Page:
When both parents bring children to the family it can add other layers of difficulty. It can mean tussling with two or more sets of needs, desires, timetables and idiosyncrasies, not to mention food, bedtimes, rituals and discipline. All of this has to be sorted out within a relatively short time scale to get the whole family functioning.
The difficulties can be further complicated by some children only residing with a family part of the time or for holidays. Their other biological parent’s home arrangements and expectations will be different and probably changing at the same time too.
Children living in two families will have multiple allegiances. For instance, a step family can have 4 different sets of grand-parents.
The logistics become much more complex. Change in the amount of available money, the amount of bedroom and house space and the distances between homes, all have an impact.
Lack of time is another difficulty.
Once two people have a child together, they remain co-parents even if they divorce. Co-parenting until the child is grown-up means communicating, organising and co-operating with someone they have chosen to be separate from.
In best case scenarios divorced parents get on amicably with their ex-partners. New partners are accepted and the step-family can have very positive relationships. For those lucky ones, the step-parent can be an additional resource and things can go fine.
Where this is not the case it can be extremely difficult. The step-parent often wants to help their new partner, and is involved with childcare and so becomes part of the system. All sorts of things can go wrong:
Becoming a step parent involves not only taking on someone else’s children but also someone else’s family and extended family. This can mean becoming part of a large family. In step-families the extended family can feel they have the right to interfere in your relationship. They feel they have this right ‘because of the children’. Interference can be in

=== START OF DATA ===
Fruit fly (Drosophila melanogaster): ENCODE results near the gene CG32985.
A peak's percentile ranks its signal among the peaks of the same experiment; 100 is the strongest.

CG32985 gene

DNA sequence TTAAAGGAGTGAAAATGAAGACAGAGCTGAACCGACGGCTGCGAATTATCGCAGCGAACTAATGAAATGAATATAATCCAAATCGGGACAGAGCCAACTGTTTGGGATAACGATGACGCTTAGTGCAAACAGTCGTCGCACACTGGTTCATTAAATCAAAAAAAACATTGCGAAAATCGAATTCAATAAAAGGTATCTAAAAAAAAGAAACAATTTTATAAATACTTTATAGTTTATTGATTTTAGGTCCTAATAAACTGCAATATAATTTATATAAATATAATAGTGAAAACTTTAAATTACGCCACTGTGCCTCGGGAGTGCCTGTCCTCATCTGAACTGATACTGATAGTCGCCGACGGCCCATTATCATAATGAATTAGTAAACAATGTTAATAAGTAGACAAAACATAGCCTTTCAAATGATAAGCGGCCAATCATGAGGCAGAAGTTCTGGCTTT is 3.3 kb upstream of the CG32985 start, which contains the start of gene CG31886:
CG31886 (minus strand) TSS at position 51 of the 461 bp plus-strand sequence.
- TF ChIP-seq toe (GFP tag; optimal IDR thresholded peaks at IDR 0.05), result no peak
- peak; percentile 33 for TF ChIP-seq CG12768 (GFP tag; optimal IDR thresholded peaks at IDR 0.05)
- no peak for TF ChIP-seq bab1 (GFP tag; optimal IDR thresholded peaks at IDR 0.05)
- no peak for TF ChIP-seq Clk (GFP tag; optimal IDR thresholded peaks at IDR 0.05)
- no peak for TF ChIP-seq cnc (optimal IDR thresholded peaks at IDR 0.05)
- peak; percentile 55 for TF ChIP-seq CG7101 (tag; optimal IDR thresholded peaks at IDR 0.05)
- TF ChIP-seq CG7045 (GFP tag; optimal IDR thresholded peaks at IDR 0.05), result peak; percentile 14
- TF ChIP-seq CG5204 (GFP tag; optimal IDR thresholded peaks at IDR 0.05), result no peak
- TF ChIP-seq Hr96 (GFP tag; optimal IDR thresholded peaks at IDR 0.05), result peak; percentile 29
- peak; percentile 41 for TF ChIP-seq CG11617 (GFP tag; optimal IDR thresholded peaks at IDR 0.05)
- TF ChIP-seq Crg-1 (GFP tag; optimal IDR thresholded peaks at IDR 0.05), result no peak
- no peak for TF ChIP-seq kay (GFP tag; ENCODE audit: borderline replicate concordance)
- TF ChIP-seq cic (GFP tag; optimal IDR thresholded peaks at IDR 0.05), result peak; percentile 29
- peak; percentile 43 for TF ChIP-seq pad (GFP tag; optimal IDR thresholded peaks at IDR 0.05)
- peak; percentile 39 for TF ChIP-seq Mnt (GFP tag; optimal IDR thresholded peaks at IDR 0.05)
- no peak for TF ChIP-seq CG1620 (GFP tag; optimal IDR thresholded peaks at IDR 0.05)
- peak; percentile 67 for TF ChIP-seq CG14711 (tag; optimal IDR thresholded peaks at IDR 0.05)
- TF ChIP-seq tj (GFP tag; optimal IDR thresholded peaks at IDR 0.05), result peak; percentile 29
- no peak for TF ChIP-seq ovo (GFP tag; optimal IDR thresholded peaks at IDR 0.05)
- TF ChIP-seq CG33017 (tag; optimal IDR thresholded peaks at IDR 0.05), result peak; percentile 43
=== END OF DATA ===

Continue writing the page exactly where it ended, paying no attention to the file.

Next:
When members of the extended family have not come to terms with the changes that have taken place in the family, they can project their feelings onto the new-comer – the new step-parent. It can be much easier to ‘hate’ a new step-parent than to deal with uncomfortable feelings. Step-parents often cannot understand why they are being blamed.
The pivotal parent is the biological parent of the child, and the partner of the step-parent. If both parents have children from previous relationships, then both parents are pivotal parents. Instead of working as a couple, pivotal parents sometimes support their child against their partner or support their partner more than their child. Either way there is an imbalance. This can leave either the step-parent feeling ganged-up against, or the child in rebellious mode.
One of the reasons why the pivotal parent may indulge the child is that they feel guilty for what has happened before. As a result, the parent may not discipline the child appropriately.